Trimming Down that Banking App

For our last product management assignment, we met with developers to generate estimates based on the redlined wireframes of our mobile banking apps. For this assignment we used those estimates to create two product roadmaps. The first was based on an “ideal” scope with two developers working full time (40 hours per week). The second was based on a “constrained” scope of the product launching within one month (20 working days) still with two developers working full time.

Approaching this I was very thankful for the estimates spreadsheet we created in the last assignment. This helped me quickly review the estimated hours for each flow. I created new columns to turn these estimates back into days, and generated totals at the bottom. To build out my full front end app as I currently have it scoped I’d need an estimated 57 days. So I only needed to trim a little bit.

Looking at my flows I zero’ed in on the send money flow where a user can send money to another account outside of the bank. This was chosen because it nicely cut out 8.5 days and I figured this is a function that many users have other apps to do this already such as Venmo and Zelle.


I also decided to lose the chart function of the monthly trend feature, because that information is a duplicate of the list screen in chart format and would cost me 2 weeks.
Lastly, I trimmed down the deposit check flow to remove the confirm image screens and the static info screen at the beginning of the flow. This removed another 3.5 days. I figured that these were more nice-to-have items and I think the MVP version of the app will function well enough without them. In fact, they may not even be necessary so it might be better to add them in later if we find users are having difficulties there.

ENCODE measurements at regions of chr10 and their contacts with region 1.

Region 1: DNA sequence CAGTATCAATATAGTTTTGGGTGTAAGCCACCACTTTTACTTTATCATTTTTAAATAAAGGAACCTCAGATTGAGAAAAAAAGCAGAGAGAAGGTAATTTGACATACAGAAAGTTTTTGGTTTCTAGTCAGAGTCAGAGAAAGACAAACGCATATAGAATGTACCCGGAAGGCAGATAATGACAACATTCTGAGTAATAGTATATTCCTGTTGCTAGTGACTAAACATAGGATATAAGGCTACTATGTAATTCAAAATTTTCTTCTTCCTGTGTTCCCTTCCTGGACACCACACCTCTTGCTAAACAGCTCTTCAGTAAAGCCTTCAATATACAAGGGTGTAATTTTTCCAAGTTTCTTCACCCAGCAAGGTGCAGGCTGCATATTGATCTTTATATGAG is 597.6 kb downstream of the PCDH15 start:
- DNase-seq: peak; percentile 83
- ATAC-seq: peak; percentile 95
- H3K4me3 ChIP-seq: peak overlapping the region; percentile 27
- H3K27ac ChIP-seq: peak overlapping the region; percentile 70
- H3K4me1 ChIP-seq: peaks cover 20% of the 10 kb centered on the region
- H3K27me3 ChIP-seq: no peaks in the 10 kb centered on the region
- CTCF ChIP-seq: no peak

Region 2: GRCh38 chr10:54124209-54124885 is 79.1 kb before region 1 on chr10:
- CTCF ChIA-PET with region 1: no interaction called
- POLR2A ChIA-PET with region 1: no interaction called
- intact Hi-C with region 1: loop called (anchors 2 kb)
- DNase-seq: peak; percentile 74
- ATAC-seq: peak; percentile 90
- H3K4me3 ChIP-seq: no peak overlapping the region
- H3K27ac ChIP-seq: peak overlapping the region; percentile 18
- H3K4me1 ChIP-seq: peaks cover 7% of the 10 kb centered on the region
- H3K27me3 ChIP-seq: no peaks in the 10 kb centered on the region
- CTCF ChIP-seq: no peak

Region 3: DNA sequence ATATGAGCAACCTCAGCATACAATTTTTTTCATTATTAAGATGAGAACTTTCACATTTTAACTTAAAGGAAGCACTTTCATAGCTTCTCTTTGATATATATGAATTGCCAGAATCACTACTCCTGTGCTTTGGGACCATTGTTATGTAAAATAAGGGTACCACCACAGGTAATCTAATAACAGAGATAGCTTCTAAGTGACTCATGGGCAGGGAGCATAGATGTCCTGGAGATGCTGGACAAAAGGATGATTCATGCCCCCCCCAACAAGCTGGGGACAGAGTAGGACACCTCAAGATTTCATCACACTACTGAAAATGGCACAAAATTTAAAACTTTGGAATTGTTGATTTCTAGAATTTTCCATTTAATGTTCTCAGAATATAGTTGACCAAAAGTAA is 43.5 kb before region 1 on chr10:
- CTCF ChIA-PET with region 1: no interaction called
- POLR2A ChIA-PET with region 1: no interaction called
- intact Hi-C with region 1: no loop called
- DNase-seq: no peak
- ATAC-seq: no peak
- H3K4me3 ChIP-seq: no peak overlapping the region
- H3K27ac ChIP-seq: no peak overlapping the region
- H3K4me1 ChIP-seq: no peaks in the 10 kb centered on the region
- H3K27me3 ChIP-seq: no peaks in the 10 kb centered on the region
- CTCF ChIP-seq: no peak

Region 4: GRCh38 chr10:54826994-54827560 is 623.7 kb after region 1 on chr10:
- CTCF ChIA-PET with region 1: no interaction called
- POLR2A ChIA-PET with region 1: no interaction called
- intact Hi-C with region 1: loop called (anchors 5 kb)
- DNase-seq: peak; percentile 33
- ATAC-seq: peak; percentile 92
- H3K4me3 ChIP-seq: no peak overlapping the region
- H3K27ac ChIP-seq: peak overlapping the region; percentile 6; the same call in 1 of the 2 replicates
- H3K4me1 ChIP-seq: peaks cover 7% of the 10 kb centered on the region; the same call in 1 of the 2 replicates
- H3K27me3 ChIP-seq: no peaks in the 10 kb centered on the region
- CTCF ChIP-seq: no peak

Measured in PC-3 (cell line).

Removed deposits screens for overview instructions and confirm image.
Removed deposits screens for overview instructions and confirm image.

Next, I began laying out my development roadmap. I decided to use half days as my increments along the top and added two rows to divide work across the developer resources. To organize the flow/screen development I tried to group similar functionality and screens together thinking that would reduce the amount of ramp-up time for the developers as they moved between flows.

You can see how these screen are similar and may benefit from having the same developer work on them.
You can see how these screens are similar and may benefit from having the same developer work on them.

I also made an attempt to have the flows build off of each other functionality wise. For example, the screens showing flagged and recurring transactions would be built after the basic transaction screen. This means the core functionality of the app will be developed first. I placed login at the end which may seem counterintuitive, but my thinking around this is that these screens offer a little flexibility on the features that we add so may do well at the end when the timeline has more or less than anticipated.

Included below are the constrained roadmap (top) and ideal roadmap (bottom). The timeline for my “ideal” app build could be achieved within two months of development if all goes as planned.


Click here to see the full spreadsheet of estimates and roadmaps.